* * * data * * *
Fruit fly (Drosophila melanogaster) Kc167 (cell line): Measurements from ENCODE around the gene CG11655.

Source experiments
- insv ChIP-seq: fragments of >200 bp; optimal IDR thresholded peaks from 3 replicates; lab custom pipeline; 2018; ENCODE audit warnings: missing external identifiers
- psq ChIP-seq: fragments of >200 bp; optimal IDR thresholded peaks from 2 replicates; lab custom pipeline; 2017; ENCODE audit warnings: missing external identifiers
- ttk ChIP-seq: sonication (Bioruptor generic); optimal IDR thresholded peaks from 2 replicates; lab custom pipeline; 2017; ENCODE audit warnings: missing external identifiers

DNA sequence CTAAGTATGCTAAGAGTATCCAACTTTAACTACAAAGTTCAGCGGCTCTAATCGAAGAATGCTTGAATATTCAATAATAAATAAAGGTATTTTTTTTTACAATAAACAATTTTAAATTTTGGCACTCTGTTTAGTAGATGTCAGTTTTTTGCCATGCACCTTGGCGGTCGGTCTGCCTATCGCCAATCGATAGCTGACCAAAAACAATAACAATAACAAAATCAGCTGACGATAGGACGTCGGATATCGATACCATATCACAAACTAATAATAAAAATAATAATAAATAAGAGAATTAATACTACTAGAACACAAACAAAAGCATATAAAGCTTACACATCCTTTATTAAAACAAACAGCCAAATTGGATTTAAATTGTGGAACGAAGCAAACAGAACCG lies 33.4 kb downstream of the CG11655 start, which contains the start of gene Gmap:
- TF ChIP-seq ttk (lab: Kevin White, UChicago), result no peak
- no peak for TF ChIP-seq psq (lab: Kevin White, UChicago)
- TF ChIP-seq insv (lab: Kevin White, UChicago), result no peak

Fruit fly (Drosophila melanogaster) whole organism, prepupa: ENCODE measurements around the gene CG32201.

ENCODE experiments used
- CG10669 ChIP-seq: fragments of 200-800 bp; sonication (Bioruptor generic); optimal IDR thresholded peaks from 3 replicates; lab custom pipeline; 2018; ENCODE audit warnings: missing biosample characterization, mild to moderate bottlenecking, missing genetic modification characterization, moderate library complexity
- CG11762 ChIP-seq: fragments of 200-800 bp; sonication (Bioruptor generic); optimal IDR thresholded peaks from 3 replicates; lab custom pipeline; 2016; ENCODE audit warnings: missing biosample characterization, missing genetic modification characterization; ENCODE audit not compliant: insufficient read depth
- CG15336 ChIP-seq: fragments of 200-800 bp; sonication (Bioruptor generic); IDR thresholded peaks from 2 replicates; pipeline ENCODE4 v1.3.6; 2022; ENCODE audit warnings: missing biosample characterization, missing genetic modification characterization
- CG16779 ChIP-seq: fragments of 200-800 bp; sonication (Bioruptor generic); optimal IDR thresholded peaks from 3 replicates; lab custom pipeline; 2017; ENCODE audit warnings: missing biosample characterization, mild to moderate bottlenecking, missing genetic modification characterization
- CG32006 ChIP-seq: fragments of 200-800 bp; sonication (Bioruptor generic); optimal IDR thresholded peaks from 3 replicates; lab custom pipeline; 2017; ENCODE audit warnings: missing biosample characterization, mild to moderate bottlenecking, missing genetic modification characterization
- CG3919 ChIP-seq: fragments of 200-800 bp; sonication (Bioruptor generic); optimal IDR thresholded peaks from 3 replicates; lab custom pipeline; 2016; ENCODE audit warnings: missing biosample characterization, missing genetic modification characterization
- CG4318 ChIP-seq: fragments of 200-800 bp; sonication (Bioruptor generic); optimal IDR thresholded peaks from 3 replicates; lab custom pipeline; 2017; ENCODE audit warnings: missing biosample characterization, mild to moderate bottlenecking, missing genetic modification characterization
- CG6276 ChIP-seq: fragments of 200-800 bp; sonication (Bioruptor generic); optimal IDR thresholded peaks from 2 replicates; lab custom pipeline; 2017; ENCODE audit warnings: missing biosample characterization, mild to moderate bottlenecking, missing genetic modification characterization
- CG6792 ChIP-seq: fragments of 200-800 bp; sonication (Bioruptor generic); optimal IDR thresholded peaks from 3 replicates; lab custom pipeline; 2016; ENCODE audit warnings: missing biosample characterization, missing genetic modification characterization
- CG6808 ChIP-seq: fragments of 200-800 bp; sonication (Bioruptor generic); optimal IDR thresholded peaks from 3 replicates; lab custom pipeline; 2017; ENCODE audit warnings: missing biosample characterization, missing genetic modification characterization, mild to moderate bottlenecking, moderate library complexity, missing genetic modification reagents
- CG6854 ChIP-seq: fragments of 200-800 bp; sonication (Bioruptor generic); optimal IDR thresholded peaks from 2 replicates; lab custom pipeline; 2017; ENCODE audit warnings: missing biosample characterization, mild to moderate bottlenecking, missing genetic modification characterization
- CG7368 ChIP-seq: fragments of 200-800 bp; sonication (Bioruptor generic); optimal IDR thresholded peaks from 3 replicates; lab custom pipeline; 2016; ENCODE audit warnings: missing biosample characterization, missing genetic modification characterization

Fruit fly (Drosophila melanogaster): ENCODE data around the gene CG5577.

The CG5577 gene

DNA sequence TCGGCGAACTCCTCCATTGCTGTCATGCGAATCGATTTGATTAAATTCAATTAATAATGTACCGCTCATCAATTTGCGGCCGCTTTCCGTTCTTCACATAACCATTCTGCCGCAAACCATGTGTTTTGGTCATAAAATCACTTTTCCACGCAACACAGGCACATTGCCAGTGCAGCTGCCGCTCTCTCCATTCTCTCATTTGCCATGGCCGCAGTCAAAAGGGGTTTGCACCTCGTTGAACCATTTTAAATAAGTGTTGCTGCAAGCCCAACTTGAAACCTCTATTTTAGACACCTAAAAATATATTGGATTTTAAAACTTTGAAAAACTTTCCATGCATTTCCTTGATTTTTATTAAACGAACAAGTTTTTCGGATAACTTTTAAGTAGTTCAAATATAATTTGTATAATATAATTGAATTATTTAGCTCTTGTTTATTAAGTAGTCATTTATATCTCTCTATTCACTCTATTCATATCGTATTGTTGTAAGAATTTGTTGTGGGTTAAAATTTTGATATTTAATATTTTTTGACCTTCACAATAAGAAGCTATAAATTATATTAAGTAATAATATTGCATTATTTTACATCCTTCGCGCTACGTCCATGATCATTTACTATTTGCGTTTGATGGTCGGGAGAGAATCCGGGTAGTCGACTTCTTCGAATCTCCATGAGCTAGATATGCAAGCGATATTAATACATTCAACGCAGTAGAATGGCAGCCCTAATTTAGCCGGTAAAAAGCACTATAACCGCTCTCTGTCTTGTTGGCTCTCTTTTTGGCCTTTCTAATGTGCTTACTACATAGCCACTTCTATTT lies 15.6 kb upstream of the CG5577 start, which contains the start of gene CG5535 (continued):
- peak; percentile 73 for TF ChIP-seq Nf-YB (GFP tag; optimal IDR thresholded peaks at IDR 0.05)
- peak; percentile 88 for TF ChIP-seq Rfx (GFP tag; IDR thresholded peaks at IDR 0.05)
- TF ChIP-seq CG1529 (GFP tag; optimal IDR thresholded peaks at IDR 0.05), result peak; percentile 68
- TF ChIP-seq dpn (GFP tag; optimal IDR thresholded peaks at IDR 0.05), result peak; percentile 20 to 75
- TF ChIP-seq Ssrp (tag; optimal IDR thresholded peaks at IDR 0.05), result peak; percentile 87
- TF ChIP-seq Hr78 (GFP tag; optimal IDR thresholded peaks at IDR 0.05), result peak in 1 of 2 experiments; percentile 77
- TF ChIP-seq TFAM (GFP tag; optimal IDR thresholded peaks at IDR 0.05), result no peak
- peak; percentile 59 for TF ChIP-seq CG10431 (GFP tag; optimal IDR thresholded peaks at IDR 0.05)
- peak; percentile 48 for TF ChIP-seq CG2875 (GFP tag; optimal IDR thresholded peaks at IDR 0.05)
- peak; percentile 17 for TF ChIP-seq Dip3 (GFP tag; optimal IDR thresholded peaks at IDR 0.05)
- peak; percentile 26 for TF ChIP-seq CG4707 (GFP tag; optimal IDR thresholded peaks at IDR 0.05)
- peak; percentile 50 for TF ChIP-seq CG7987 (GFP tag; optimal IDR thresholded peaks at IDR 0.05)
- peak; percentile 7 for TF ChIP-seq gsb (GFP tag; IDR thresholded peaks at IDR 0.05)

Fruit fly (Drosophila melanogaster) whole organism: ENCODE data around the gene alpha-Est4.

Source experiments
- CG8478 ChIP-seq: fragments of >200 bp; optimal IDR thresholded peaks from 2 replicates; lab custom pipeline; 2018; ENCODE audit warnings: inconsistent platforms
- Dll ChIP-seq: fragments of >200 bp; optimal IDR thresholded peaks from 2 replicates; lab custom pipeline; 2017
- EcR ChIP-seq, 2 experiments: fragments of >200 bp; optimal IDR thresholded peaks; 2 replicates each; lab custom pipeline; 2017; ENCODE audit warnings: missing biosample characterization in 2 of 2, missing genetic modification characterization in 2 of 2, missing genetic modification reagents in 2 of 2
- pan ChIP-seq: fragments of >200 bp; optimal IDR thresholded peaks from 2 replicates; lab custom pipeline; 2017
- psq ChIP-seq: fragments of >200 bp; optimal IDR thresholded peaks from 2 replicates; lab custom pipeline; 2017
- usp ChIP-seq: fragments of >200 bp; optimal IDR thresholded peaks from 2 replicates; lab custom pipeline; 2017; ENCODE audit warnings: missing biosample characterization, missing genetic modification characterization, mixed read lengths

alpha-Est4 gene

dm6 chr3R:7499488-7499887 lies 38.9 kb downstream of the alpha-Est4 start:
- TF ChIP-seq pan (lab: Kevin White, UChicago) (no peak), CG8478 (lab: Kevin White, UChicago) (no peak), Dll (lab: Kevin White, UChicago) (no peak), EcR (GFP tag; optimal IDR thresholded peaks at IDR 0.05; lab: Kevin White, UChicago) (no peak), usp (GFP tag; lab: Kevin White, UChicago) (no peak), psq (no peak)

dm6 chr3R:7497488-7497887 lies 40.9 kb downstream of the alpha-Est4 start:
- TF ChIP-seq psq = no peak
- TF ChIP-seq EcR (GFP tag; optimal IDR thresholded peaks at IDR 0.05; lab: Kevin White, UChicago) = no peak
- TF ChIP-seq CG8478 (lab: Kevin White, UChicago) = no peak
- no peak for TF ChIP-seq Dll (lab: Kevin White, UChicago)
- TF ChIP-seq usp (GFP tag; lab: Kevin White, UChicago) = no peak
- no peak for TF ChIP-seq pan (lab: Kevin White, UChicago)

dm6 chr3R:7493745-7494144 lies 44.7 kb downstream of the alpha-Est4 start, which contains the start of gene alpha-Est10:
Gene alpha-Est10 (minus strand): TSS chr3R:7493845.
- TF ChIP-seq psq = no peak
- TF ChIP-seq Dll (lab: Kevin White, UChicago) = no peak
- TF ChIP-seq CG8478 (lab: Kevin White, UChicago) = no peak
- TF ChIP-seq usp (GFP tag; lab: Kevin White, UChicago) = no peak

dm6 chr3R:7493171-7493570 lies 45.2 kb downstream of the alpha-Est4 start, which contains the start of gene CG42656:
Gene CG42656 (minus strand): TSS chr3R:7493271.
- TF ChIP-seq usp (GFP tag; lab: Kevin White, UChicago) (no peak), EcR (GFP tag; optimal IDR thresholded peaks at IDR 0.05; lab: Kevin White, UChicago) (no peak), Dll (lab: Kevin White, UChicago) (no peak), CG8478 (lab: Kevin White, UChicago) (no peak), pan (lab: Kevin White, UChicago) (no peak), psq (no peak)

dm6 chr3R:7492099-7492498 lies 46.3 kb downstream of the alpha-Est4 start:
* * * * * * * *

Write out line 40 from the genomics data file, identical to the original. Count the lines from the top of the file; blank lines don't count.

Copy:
Fruit fly (Drosophila melanogaster) whole organism: ENCODE data around the gene alpha-Est4.